• Do not support biomass co-firing or dedicated biomass power
  • Exclude biomass power generation that uses fuels other than waste from the definition of renewable and do not provide subsidies or other support.
  • Require that CO2 emissions from biomass combustion be accounted for at the power plant
  • Count CO2 emissions from biomass combustion by the consuming country and incorporate this into their carbon

Signatories (90 organizations)

Friends of the Earth Japan Japan
Greenpeace Japan Japan
HUTAN Group Japan
Kiko Network Japan
Global Environmental Forum Japan
Japan Tropical Forest Action Network Japan
Istitute for Sustainable Energy Policies Japan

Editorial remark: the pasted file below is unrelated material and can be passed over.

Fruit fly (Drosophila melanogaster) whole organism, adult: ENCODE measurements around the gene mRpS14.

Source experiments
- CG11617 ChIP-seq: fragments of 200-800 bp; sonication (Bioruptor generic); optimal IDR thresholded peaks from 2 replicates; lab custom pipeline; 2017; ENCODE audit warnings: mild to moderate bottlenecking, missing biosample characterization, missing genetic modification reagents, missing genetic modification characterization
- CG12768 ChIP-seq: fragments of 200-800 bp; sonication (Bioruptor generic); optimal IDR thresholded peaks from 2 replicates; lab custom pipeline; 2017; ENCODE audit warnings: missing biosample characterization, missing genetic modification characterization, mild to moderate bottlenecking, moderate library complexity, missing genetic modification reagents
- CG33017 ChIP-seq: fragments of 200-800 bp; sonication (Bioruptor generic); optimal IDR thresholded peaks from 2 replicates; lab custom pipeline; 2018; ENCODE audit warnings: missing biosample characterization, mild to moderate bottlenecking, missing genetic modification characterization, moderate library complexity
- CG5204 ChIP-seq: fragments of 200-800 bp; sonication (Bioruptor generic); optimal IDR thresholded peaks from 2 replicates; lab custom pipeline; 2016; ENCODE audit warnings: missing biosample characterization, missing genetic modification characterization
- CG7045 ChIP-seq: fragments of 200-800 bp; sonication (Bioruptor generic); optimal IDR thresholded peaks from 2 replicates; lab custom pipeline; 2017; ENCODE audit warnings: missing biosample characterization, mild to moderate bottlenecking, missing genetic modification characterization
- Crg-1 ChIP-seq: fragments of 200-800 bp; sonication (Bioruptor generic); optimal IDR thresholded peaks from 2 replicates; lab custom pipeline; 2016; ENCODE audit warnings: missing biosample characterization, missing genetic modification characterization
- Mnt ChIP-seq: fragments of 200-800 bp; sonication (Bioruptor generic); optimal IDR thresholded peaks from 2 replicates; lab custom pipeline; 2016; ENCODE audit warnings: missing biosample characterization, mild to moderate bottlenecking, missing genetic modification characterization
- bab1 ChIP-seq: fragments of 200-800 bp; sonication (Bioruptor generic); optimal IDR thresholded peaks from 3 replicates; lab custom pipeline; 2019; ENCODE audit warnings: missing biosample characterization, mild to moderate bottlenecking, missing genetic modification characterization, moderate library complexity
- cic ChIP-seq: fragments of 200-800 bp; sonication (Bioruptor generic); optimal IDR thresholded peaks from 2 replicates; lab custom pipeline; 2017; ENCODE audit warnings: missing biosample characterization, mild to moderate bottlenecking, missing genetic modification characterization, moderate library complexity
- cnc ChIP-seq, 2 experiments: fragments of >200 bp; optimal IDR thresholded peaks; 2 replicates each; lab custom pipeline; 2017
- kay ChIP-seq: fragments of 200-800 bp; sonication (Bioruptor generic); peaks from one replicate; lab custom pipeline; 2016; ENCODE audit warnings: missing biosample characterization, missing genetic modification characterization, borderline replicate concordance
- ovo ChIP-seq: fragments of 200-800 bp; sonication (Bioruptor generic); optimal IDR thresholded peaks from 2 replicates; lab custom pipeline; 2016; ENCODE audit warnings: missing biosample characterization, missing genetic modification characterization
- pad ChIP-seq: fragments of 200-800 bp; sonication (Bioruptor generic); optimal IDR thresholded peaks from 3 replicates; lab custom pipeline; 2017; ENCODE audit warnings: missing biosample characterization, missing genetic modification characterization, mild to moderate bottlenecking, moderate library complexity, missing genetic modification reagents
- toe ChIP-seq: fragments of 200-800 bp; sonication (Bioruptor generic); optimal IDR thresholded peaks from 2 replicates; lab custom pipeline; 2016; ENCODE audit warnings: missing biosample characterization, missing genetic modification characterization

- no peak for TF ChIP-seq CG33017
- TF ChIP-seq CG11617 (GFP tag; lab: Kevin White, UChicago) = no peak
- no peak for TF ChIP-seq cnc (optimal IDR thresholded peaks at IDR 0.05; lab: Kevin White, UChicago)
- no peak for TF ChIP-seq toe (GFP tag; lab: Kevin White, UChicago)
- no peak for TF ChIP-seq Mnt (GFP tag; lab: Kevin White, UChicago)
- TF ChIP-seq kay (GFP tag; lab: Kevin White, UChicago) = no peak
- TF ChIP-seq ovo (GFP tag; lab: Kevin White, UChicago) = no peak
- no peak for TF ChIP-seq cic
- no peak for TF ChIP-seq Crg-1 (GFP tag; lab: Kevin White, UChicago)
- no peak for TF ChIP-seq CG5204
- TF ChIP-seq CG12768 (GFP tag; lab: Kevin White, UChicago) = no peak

Japan Center for a Sustainable Environment and Society Japan
Climate Action Network Japan(CAN-Japan) Japan
Citizens Alliance for Saving the Atmosphere and the Earth (CASA) Japan
A SEED JAPAN Japan Japan Japan
Fridays For Future Sendai Japan
Forests, Climate and Biomass Working Group – Environmental Paper Network International
Mighty Earth USA
350 Eugene USA
350 Triangle USA
AbibiNsroma Foundation Ghana
Australian Forests and Climate Alliance Australia
Biofuelwatch UK/USA
Blue Dalian China
Castlemaine Residents Against Biomass Australia
Center for Biological Diversity USA
Central California Environmental Justice Network USA
Coast Range Association USA
Coastal Plain Conservation Group USA
Comite Schone Lucht | Clean Air Committee NL Netherlands
Community Partners Across the South USA
Conservation North Canada
Consumers’ Association of Penang Malaysia
De Bomenbond Netherlands
De Klimaatcoalitie Netherlands
Doctors and Scientists Against Wood Smoke Pollution (DSAWSP) USA
Dogwood Alliance USA
Earth Action, Inc. USA



Earth Neighborhood Productions USA
EDSP ECO Netherlands
Endangered Species Coalition USA